Interview: Massimiliano Pagliara discusses new album ‘See You In Paradise’

Ahead of the album celebrations this Saturday in Room 2 with Fort Romeau and Alinka, Massimiliano Pagliara reflects on the process behind his new creation.

Massimiliano Pagliara has been creating dance music for decades. The Panorama bar resident is a longstanding figurehead in Berlin’s electronic music scene, and has something of a unique talent for creating music that can be both perfect for kicking back and relaxing to, as well as prime dance-floor pumpers. Last autumn he released his fourth studio album See You In Paradise to a weight of critical acclaim and a warm audience response. It’s a real sonic treat, and an exercise for Massimiliano in flexing his genre-aware muscles as he traverses an array of forms through ten soaring tracks. 

See You In Paradise is an accomplished example of how far his sound has come, and a flourishing homage to the decades of musical history that has preceded Massi as well as working as a platform to highlight fellow talent that is bubbling in the scene alongside him. Deep-diving through and expertly traversing italo, pop, techno, nu-disc with captivating synth work and an ear for dance-floor ready heaters, See You In Paradise is putting Massimiliano up there with club music's greats. And, as Resident Advisor commented in their glowing review of the project, never deviates from Massimiliano as the star of the show.  

On Saturday night (21st January 2023) he will celebrate the release which first landed in October 2022. A project brought to life in lockdown, when much of the world was quiet, Massimiliano was making sounds beneath the surface, ready to burst back into life when the world re-emerged. A few months on from the project’s release, and a few days before we join forces in Room 2 to celebrate the music, we caught up with Massi to reflect on the process, procedure and musical paradise behind, See You In Paradise.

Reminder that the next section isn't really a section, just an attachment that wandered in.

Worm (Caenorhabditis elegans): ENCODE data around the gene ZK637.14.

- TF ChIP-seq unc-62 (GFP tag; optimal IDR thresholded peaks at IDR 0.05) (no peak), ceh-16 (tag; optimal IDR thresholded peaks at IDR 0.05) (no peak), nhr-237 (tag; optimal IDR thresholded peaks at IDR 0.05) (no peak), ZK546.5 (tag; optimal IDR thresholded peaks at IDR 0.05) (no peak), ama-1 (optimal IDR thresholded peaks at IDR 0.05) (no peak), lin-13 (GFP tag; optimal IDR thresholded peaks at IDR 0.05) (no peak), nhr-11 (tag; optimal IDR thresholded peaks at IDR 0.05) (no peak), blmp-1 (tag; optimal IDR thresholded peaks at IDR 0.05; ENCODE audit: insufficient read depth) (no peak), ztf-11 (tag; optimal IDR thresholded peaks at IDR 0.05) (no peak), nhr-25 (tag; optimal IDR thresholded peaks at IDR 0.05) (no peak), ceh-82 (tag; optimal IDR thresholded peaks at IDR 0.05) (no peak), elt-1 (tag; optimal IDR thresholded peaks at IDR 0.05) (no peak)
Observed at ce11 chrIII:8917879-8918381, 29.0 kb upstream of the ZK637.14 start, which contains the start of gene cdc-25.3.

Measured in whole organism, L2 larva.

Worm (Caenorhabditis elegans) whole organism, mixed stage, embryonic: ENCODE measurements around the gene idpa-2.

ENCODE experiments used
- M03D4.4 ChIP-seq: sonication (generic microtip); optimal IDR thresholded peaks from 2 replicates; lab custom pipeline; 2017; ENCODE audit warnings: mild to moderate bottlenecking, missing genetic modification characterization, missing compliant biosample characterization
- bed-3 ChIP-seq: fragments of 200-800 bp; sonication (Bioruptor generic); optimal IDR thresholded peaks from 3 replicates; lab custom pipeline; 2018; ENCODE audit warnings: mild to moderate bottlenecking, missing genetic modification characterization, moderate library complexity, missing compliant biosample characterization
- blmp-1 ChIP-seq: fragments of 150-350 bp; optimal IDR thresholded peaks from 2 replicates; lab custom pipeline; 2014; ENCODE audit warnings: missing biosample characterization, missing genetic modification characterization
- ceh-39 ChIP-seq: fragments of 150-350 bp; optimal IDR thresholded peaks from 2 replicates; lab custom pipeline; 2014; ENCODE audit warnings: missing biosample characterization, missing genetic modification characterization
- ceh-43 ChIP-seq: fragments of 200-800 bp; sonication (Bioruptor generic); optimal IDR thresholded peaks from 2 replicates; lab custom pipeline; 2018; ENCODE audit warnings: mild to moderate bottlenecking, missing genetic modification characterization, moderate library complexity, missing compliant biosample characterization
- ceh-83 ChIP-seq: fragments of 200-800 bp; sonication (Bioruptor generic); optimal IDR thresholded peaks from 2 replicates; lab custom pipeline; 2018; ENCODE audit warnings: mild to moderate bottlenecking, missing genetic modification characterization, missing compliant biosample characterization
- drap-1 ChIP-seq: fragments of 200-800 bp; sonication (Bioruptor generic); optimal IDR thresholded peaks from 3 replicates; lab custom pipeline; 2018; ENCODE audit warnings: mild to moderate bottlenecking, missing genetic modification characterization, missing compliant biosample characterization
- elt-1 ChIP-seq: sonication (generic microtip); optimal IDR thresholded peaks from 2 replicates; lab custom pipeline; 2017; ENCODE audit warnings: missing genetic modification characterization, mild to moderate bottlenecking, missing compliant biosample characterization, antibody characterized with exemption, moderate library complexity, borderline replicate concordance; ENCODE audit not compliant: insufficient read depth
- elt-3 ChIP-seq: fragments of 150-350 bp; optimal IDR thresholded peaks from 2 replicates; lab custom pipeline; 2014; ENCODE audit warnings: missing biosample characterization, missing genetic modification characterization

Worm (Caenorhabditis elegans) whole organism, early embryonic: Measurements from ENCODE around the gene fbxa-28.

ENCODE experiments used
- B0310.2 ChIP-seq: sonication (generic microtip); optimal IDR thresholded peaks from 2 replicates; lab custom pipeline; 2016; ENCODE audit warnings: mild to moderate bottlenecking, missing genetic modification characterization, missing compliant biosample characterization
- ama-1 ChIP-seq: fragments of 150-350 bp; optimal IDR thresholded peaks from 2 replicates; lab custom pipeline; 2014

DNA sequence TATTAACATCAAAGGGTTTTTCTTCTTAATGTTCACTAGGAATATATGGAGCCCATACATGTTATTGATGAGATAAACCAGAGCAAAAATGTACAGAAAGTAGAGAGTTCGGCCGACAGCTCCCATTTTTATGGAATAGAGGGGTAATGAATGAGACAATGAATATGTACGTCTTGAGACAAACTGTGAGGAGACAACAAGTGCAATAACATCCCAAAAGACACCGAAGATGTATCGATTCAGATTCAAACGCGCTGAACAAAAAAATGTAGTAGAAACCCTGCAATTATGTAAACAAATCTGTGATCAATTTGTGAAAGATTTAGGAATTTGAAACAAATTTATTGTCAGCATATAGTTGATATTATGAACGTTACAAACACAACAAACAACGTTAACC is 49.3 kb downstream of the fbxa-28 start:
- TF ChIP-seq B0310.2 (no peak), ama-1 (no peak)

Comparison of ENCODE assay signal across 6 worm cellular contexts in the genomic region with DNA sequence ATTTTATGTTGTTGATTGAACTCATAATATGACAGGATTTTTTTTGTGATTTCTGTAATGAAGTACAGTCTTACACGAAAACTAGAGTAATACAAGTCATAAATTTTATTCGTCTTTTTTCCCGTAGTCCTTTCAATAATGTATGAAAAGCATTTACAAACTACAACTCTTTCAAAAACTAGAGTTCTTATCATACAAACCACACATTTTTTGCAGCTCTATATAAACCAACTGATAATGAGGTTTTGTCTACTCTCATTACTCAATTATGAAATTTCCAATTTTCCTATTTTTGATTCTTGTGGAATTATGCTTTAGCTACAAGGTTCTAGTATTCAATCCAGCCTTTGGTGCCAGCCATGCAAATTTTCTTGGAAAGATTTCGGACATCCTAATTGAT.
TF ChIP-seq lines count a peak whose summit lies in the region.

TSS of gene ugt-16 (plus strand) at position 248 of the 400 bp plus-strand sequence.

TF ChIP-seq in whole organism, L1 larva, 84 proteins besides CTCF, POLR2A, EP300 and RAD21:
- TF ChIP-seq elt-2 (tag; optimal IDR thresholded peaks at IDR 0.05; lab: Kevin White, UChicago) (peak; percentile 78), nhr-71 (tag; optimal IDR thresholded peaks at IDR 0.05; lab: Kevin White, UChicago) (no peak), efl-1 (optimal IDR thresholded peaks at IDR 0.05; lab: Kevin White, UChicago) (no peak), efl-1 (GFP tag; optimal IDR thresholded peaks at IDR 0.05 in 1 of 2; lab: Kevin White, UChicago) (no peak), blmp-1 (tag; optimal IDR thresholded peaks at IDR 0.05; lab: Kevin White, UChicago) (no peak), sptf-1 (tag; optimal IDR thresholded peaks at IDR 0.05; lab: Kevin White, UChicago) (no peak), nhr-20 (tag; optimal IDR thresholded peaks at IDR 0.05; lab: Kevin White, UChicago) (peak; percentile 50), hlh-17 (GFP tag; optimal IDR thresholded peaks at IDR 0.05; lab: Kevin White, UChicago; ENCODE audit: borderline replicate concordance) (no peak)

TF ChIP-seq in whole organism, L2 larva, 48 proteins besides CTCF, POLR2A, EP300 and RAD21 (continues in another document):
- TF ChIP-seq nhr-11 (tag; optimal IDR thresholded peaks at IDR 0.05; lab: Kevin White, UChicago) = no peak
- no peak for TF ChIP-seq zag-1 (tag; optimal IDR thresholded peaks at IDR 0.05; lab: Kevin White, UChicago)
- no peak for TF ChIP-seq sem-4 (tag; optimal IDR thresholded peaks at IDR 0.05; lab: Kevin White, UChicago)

Can you tell us a little bit about the process behind creating See You In Paradise?

I was working on some tracks and at some point I felt some sort of connection between them. I sensed there was potential for a new album. So, I focused on that and made it happen.I reached out to some friends and artists and asked if they were up for a collaboration. And although it was during lockdown times, and not very easy to meet-up with people, it all worked out pretty well. I am so happy and honoured to have featured such wonderful artists.

It was somewhat challenging time, to work for the first with real instruments, such as a saxophone and a proper Steinway grand-piano.

Meanwhile I was reading Patrick Cowley’s journal, among other books, that inspired me even more and became some sort of common thread. Eventually I came-up with the title for the album, after reading one of Patrick’s passionate anecdotes. 


The album was created in lockdown, right? Did you find your creative process changed during this time? 

I had some rough sketches that were made pre-pandemic and finished during lockdown, together with new stuff as well. My creative process didn’t change much because of that, I simply had more time, as I was not touring. Thus, I could be more focused, for sure.


The full-length album seems to be a wonderful example of how your sound has evolved and become so refined over the years. What separates this album from your previous catalogue of work? 

Well, I think I learned a lot over these 17 years of music production. It’s been an incredible journey, and although I feel that there is still room for improvement (there always is!), I am happy with what I have achieved so far. Each album or EP that I have released up to date is like a little piece of this story (my life) I am trying to tell, through sounds.

In this sense, I don’t think that this album is much different than my previous ones. The matrix is still the same, it’s just a new chapter and the technique is more refined. I feel more capable and confident now, as opposed to when I started and I had no idea about anything really (I didn’t even know what a synth was or the difference between major and minor tonality, to say the very least). 

The album seems, at the same time, evocative of the past, present and future of dance music - were there any key albums or tracks in dance music's history that were pivotal inspirations behind the album? 

I listen to a lot of different music. Actually, when I am at home, like right now, while I am working on this text, I listen to a lot of ambient music.